I served the King of England – Jiri Menzel’s take on Bohumil Hrabal just after the Prague Spring.
I got the distinct feeling all the way through I served the King of England, that i was missing the “in” joke. It’s entirely likely of course – I’m not Czech, and I’ve never read the book. There is something deeply beautiful about Jan Dítĕ (Ivan Barnev) despite his rather appalling opportunism. Jiri Menzel made this film in 2006 and it is his sixth adaptation of one of Bohumil Hrabal’s novels. Its a very Czech film, in that it is light, crisp and cheeky.
Jiri Menzel made Closely Watched Trains (another adaptation of Hrabal’s) near the beginning of his career, and in many ways this film is similar. The protagonist of Closely Watched Trains is a man who accidentally becomes a war hero, though the Czech people spend the bulk of the war in the film (part of the 1960’s Czech new wave) opportunistically living their lives in whatever happiness they can find despite the overhanging cloud of the war. As Jan Dítĕ says in I served the King of England, “We Czech’s are not fighters”. Jan Dítĕ is a partly ignorant, partly opportunistic completely loveable character who – just as Milos is accidentally made a hero in Closely Watchyed Trains – is accidentally made a villain in I served the King of England. In both stories the morality of the protagonist depends on the turn of a friendly card. It is not the motivations of the protagonist that make the morality / immorality of their character but the accidental surrounds they find themselves in. Milos’ of CWT sole ambition is to get out of work as his father and his fathers father did before him. Jan’s sole desire is to be extremely wealthy, seemingly no matter what that takes.
This film is filled with the trade mark loveliness of a Czech new wave film, and a Brabal novel. Jan is a cheerful sweet natured man who probably has the funniest small man syndrome in the history of film and literature. He is a complete opportunist but at the same time a very savvy survivor who can sum up in an instant the weight of an important experience against the value of his job. He starts out as a lowly pub waiter and slowly works his way up, job by job to work in the most prestigious hotels in Prague. Jan eventually finds employment in Prague at the Hotel Paříž, where he falls under the tutelage of the Maître d’, Skřivánek, who claims that he once served the King of England. Eventually, Jan serves the Emperor of Ethiopia at one occasion. The Emperor tries to award a medal to Skřivánek, but because he is short in height, cannot place the award around Skřivánek’s neck. Jan is short enough for the Emperor to reach, and manoeuvres into place to receive the medal in place of Skřivánek, who can’t object in front of the Emperor of Ethiopia. It is after moments such as these, Jan knows he needs to flee.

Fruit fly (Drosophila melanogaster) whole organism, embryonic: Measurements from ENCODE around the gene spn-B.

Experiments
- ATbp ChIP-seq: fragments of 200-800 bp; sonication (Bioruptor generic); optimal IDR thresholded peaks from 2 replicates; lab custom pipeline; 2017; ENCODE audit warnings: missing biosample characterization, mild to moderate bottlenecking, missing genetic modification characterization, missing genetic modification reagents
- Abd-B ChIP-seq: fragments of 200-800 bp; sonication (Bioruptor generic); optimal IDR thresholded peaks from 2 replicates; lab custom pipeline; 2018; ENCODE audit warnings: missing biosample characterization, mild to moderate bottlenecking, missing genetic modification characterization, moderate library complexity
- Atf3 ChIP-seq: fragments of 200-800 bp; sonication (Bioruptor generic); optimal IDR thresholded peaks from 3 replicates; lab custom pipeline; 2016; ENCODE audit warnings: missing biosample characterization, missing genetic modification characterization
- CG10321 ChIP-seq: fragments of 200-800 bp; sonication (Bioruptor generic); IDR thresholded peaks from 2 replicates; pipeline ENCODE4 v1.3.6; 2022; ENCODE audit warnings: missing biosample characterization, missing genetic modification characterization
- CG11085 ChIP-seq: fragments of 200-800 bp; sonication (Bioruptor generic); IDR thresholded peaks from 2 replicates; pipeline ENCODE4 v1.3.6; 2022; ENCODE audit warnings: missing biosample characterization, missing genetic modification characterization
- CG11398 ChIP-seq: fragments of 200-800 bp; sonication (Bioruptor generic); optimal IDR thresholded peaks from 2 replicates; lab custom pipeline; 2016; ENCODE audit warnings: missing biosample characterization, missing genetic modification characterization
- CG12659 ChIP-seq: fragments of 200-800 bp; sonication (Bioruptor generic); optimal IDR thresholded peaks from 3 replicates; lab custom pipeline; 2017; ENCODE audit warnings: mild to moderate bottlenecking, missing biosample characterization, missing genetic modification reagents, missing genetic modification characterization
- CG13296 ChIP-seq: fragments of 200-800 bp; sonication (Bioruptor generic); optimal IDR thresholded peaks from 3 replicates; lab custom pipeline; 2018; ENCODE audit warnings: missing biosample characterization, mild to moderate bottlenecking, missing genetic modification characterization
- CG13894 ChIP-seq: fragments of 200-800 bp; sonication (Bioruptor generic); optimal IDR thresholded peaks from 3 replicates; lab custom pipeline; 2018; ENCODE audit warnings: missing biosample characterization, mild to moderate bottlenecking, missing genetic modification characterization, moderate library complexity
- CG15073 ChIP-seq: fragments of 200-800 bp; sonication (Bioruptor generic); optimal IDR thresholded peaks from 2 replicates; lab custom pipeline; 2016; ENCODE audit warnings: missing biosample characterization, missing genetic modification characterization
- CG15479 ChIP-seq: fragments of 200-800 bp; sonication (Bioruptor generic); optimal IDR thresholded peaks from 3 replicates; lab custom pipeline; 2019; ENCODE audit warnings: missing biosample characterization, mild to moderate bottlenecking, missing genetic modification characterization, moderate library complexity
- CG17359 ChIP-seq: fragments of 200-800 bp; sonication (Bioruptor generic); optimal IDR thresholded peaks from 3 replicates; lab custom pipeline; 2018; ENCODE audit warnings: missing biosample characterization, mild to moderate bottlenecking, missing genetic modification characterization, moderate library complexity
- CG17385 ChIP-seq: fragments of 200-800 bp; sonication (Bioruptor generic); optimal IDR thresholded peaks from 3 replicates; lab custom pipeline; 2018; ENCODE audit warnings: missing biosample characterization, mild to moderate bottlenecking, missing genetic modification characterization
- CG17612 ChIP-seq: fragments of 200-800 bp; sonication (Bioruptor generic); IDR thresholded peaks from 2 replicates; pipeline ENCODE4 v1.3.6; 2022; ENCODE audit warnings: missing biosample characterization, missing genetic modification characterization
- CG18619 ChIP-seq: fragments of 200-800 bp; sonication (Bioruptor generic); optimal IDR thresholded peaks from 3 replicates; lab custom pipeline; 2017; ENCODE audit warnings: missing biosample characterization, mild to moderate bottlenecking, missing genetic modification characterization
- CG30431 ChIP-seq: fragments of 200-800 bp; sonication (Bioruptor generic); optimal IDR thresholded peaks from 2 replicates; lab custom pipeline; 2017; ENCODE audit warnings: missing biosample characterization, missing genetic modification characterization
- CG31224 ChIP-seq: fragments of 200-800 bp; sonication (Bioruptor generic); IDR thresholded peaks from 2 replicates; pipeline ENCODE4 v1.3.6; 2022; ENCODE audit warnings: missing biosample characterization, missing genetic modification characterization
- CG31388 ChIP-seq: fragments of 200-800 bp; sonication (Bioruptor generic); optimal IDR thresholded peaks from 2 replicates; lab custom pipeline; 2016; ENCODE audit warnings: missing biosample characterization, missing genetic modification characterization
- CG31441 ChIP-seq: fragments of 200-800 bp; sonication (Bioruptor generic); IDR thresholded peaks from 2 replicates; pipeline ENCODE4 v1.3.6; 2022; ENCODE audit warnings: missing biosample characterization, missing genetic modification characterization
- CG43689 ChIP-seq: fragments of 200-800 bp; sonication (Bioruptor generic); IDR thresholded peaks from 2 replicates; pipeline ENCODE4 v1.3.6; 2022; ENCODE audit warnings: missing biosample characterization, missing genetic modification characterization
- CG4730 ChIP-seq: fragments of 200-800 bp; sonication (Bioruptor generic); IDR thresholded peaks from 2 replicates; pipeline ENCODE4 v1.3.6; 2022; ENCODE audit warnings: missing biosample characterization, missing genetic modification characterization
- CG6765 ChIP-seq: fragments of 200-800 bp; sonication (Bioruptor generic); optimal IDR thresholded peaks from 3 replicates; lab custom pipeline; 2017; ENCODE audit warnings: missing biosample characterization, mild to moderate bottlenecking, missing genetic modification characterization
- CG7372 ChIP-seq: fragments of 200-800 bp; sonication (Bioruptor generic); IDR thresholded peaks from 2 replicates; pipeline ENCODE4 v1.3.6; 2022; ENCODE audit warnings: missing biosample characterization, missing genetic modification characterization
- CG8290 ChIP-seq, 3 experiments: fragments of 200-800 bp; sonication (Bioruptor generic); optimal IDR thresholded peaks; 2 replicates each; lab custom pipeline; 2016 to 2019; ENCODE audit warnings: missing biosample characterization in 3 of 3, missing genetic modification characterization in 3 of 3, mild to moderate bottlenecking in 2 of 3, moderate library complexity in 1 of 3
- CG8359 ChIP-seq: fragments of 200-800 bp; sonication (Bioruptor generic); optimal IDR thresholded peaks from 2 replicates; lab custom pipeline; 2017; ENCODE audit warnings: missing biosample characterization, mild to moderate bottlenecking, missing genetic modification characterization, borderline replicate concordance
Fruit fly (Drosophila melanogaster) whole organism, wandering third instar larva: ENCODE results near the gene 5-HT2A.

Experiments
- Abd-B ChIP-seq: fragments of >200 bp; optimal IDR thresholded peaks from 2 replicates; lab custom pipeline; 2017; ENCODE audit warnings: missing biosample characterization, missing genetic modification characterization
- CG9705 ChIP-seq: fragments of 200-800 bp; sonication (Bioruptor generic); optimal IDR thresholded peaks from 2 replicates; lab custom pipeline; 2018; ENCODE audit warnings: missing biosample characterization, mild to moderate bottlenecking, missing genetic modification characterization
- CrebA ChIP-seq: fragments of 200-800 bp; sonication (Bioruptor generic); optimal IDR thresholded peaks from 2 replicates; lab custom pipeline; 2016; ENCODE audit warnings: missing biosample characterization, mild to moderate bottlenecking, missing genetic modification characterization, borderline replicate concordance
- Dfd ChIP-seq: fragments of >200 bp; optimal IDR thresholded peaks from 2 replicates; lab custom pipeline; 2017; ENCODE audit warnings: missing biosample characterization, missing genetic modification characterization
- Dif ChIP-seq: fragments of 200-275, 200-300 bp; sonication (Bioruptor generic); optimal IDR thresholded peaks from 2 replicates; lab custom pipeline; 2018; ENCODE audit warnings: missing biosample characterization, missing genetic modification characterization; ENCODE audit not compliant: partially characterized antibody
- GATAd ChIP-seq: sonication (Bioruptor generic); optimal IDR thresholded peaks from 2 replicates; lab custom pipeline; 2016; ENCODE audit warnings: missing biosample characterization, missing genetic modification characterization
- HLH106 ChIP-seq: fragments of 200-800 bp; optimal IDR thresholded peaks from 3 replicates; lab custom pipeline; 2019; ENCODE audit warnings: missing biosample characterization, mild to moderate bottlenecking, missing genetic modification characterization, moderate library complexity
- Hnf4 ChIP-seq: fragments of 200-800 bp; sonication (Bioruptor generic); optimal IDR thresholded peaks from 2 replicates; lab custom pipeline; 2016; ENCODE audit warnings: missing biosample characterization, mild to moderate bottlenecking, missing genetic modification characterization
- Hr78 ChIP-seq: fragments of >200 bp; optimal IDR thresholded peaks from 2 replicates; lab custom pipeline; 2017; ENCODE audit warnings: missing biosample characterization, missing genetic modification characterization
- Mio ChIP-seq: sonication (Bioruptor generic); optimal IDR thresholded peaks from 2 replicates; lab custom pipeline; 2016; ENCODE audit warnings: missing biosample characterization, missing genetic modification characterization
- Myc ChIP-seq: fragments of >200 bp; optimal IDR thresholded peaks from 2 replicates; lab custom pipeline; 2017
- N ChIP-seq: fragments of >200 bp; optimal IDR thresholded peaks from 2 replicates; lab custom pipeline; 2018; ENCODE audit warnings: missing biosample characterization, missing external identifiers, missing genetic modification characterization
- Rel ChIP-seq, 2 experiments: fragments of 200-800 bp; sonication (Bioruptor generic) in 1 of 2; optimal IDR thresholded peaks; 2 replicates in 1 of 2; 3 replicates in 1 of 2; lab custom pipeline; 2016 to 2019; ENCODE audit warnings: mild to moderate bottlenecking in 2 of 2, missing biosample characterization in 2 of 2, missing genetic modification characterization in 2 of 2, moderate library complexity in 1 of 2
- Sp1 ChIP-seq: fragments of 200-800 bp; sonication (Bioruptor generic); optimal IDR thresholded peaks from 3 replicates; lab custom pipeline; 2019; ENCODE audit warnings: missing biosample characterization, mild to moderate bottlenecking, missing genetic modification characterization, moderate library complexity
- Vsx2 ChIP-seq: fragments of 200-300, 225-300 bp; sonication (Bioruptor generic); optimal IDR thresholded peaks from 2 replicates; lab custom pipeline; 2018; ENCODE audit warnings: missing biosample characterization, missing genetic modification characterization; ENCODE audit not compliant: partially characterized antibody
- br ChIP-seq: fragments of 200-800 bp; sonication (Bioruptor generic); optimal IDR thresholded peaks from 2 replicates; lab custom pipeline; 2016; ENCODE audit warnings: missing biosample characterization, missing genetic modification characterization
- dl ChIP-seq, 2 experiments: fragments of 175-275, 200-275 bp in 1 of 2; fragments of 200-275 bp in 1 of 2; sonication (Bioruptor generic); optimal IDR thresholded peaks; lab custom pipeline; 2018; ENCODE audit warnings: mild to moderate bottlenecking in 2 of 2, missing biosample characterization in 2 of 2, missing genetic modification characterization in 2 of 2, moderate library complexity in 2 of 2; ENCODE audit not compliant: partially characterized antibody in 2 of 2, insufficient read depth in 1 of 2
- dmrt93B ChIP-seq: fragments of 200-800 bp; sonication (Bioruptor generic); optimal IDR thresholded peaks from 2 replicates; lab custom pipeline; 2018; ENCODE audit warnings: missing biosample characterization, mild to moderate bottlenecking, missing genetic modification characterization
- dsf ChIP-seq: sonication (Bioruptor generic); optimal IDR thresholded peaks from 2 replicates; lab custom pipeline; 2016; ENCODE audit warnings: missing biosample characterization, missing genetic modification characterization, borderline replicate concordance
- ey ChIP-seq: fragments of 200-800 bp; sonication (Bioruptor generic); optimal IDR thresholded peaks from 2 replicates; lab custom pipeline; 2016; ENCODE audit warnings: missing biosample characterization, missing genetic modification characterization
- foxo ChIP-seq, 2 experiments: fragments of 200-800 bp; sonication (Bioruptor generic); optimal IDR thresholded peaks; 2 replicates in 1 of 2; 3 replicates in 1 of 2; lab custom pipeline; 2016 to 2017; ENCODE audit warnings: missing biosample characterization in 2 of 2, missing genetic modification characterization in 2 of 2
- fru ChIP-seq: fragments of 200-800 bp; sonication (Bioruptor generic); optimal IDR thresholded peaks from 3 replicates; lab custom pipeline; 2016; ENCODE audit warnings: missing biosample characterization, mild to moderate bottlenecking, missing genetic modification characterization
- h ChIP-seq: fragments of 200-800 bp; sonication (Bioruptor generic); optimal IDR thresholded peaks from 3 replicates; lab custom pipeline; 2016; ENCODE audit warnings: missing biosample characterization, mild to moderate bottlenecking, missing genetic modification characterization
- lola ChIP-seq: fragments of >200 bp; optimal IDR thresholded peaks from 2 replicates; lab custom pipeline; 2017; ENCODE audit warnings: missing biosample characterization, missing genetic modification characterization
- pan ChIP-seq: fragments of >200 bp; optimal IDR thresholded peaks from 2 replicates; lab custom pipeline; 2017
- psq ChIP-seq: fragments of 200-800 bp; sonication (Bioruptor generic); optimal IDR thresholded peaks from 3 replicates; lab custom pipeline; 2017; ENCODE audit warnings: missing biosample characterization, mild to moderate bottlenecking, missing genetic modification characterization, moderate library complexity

Jiri Menzel takes full advantage of having a healthy budget here and probably the richest enjoyment I got out of the film was seeing something with the spirit of the Czech New Wave with the money of a wealthy film. It is sumptuous and beautiful, with some lovely shots of Jan who bedecks his lovers with flowers, or fruits or whatever he can find as a creative gift after he makes love to them (which in the film version always involves him giving them oral pleasure – nothing more). Despite his womanising and small stature, no female can resist him because of the romance of his gestures and the skill of his cunnilingus. But the women are not the only aspect of Jan that is tantalising His love and fascination with money has developed into a cute little practise of tossing coins at the feet of the patrons of his hotels, taking pleasure in watching them grovelling on the floor for the currency. As Jan deals with more and more wealthy folk, the experiment becomes more and more fascinating as the hunger for wealth is displayed in this funny little act. It is creative moments like these that imbue Jan with an intelligence beyond his fellow man.
What seems different here from Closely Watched Trains, is a kind of cynicism The refusal to “engage” properly with the war in CWT comes across as an act of survival and affirmation of sorts. We admire the Czech people for their passivity – something that is deeply criticised in other Czech New Wave films such as The Party and the Guests. I served the King of England has a barely perceptible darkness to it. Our sweet innocent protagonist who comes across as a kind of pacifist will end up using his charm and warmth to save a German girl he sees attacked on the streets of Prague. He rushes to her rescue, only to find himself swept up into a relationship with Nazism that he cannot properly comprehend. This will eventually see him jailed for his allegiances and ill acquired wealth, rather than celebrated for his humanity.
As I said at the start of this post, I get the feeling there is an in joke I may be missing here. Menzel and Hrabal are criticising the Czech for what they celebrated in Closely Watched Trains. Its no accident that Jiri Menzel makes this film with a high budget. Wealth is a primary force and motivator within the book. Menzel might have made the film in 2006, but Hrabal wrote the book in 1971, after the war and during the Communist occupation. The Prague Spring that spurred the new wave films was over. Closely watched Trains was written just before the Prague Spring in 1965. The Prague Spring was in 1968 and then by 1971 Hrabal had to publish I served the King of England in a secret anti-communist press. The trait that seemed to hold the seed of hope in 1965, held the secret to the defeat and domination in 1971. Hrabal could no longer forgive the Czech people for their sweet, passive beauty as it resulted in a (re) marriage with evil.
Perhaps. Like I said – it may be something else and I am missing the point.